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Subscribe to this list via RSS Blog posts tagged in Failure
Posted by on in Teaching Strategies

Happy Friday!

Or Saturday, depending on when you read this.

As school draws closer (or maybe already back to the grind?), teachers and administrators experience a renewed sense of purpose. We reflect on how to start the year off right and how we can do things better.

I have an ironic, but very true answer for doing things better. It involves making mistakes. Lots of mistakes!

I took a screenshot of something I found on Pinterest a while ago and decided to make it into a poster you, I, and the rest of the Universe can print and use in their classroom, office, or spaceship.

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Posted by on in Teaching Strategies

The Cycle of Failure

We've all been in the situation with that "difficult" student in our class where they shut down, let out a sign of discontent and throw an assignment aside while saying something like "I'm not doing this!". I know this can be frustrating as an educator but I want you to think about something other than trying to correct the students action but I want you to think: "Why are they doing this?".

Chances are (depending on what age you teach) that student has not been successful in school for most of their academic career. When they give effort, in return they get low grades, judgement or looks of disappointment. If this has been happening for 3, 5 or 10 years I can't really blame them for shutting down and not wanting to continue the cycle of failure they are stuck in. This can help explain no only the actions of the student but the reasons behind it. 

Re-Framing Failure as Opportunity

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Posted by on in Teaching with Rigor

escape hatch

A common theme I get asked about during my workshops is student motivation, or student effort.

No matter what management techniques or systems you have in your classroom to maintain behavior, instilling a culture of working hard, or "grit" as some like to call it, is probably one of the most difficult things you can accomplish as a teacher.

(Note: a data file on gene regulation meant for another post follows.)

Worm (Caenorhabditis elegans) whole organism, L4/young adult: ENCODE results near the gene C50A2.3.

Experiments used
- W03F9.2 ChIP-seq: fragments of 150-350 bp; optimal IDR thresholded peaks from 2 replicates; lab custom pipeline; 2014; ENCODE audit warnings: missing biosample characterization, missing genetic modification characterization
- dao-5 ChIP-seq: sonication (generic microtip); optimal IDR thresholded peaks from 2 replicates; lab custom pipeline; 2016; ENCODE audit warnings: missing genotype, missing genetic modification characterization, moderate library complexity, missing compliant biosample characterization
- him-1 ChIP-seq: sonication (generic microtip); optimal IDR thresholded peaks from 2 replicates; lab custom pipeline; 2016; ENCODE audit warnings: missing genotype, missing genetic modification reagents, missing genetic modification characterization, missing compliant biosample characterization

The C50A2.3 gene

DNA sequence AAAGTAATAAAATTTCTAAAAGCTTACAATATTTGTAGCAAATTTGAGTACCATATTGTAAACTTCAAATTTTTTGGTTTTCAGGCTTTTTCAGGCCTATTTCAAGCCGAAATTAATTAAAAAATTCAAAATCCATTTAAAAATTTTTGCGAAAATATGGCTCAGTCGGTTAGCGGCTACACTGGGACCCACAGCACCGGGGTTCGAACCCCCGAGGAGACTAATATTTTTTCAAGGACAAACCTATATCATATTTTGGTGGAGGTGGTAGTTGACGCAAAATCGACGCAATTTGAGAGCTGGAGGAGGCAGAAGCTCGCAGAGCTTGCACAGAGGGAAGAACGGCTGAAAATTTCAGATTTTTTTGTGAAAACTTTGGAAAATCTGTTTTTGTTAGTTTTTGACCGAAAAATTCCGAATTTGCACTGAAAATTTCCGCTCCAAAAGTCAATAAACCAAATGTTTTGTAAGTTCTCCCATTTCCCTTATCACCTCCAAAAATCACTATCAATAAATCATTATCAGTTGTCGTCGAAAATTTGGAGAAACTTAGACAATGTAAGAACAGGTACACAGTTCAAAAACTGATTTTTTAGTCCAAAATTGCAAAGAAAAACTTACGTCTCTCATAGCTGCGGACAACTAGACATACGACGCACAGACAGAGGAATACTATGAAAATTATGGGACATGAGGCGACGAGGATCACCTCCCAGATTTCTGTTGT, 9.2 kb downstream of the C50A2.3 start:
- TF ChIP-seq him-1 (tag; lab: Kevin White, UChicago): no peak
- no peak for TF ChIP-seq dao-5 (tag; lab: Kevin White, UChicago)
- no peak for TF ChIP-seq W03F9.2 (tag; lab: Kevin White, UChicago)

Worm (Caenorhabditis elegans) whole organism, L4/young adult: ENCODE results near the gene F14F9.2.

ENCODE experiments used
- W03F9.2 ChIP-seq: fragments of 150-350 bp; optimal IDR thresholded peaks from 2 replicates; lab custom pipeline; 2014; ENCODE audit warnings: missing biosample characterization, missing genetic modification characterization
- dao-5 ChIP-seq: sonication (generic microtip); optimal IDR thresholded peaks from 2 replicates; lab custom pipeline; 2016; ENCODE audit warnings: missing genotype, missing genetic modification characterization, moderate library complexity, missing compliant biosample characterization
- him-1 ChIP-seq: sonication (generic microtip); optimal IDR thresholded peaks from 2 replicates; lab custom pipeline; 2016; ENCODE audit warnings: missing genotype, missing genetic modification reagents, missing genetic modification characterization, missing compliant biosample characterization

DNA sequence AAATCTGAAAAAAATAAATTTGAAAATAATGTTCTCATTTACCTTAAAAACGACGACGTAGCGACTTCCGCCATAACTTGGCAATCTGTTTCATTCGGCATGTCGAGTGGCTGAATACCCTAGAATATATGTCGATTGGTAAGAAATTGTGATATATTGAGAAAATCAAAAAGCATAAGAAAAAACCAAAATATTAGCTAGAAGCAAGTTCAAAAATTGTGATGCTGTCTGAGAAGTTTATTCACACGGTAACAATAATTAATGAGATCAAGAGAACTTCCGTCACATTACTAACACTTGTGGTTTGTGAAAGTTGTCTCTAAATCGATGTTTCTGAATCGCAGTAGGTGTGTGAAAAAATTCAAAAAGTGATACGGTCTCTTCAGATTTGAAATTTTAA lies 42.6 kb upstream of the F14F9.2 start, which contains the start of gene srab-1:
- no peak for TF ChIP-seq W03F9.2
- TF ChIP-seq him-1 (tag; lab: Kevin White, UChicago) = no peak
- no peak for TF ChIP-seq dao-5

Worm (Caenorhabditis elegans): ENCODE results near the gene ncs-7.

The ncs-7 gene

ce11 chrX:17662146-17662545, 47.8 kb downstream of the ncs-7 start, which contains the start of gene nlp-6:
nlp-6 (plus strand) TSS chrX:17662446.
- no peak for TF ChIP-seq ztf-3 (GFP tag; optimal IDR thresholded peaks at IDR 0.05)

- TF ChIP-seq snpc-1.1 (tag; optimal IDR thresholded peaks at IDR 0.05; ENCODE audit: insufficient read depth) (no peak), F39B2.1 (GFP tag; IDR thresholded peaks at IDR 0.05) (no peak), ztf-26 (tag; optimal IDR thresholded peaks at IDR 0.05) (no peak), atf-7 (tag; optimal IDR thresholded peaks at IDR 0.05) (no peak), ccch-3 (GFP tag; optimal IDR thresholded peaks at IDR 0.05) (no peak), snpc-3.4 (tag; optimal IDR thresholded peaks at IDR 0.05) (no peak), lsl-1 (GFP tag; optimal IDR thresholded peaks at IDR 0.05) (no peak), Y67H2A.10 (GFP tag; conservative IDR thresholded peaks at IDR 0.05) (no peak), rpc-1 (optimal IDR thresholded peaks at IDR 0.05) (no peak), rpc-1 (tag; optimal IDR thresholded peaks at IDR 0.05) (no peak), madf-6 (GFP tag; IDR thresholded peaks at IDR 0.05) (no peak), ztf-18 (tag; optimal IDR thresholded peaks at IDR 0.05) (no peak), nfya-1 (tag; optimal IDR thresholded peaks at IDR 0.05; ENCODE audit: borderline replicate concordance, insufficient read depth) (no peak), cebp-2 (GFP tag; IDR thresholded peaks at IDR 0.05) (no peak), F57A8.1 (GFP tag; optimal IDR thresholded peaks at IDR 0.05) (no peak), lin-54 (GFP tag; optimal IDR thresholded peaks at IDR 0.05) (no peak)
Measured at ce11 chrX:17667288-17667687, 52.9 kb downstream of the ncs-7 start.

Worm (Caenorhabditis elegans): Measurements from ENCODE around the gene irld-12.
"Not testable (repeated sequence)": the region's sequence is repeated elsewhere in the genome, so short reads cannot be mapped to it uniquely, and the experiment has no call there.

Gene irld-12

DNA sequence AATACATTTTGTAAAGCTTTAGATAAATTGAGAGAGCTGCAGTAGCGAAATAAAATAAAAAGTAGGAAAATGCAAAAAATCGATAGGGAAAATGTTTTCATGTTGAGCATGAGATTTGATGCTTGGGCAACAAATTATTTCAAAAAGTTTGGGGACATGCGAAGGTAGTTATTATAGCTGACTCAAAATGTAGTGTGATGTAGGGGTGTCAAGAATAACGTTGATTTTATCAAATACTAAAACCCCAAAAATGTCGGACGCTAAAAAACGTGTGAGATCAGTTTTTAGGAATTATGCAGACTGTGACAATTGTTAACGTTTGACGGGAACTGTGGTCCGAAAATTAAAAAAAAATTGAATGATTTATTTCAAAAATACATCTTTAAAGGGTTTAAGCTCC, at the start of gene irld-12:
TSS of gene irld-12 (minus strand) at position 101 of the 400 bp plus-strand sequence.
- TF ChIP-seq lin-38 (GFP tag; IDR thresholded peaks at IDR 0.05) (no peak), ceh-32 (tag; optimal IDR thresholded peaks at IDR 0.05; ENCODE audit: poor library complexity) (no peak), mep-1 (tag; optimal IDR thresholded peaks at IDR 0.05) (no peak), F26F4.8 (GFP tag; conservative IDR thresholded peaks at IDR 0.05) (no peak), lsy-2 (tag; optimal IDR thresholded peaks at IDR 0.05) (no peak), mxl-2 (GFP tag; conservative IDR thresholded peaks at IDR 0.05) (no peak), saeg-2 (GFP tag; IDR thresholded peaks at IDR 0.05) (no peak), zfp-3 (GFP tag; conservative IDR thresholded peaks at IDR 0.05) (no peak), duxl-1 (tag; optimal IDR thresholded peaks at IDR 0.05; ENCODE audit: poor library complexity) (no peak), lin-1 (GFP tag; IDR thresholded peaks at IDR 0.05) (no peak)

A huge problem with traditional teacher-lead instruction is that the cycle of learning is "closed". You instruct, assess, grade, and move on. Students who don't want to do the work, simply don't try, turn in half empty papers, or don't study and fail. In the student's mind, it is easier to fail than to work hard for a short time and succeed (especially if they are used to this cycle and failing within it.)

By just stamping a grade on my students' papers, I was providing them with what I call an "Escape Hatch". For some students, it becomes normal to simply fail and "escape" hard work, so that is what they were inevitably doing in my classroom.

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Posted by on in Social Emotional Learning


Being Foolish Is Okay

It takes time to learn how to approach people. All people are different in the way they see, experience, and interpret life, and students are people.

I’ve failed at understanding and applying this many times before in life and in the classroom. Hell, I’ll probably fail a few (dozen, hundred?) times again.

But as I fail, I know that it is because I am “foolish” – meaning well, trying new things, but perhaps missing the mark. I reflect and learn, so I can live with it. I can live with it, because I know that I will always have the opportunity to apologize and become better, and this time, and every time thereafter, I will seize it.

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Posted by on in What If?


Too often our New Year’s Resolutions involve perfection: we want to look better, weigh less, and have whiter teeth (but not whiter hair). We want our students to score higher on those standardized tests, our lesson plans to be efficient and effective from the beginning, and our technology to work exactly the way it’s supposed to each and every time.

This New Year, forget perfection. Let’s get messy. Let’s take chances. Let’s make mistakes.

If we want our students to practice those vital critical-thinking skills and become problem-solvers, we need to let them practice without worrying about grades or assessments. Our students are terrified of being wrong, but we need to guide them toward the idea that failure is valuable. We need to let them explore, discover and even play on their own. We need to be comfortable with them discussing ideas among themselves. We must allow them to try out their hypotheses without giving our valuable advice beforehand.

Our peers are worried their students know more about technology than they do, so many times they are afraid to use ed tech in the classroom. If we want to lead others into becoming comfortable with educational technology, we must invite them into our classroom to see both how it can work and how we handle it when it doesn’t work. We must model the 21st Century teacher’s shift from a center stage position to a backstage position. We need to have honest communication and collaboration with our peers so we can learn from strategies that don’t work. If we want our peers to take a breath when mistakes inevitably happen, we need to remember to do the same ourselves.

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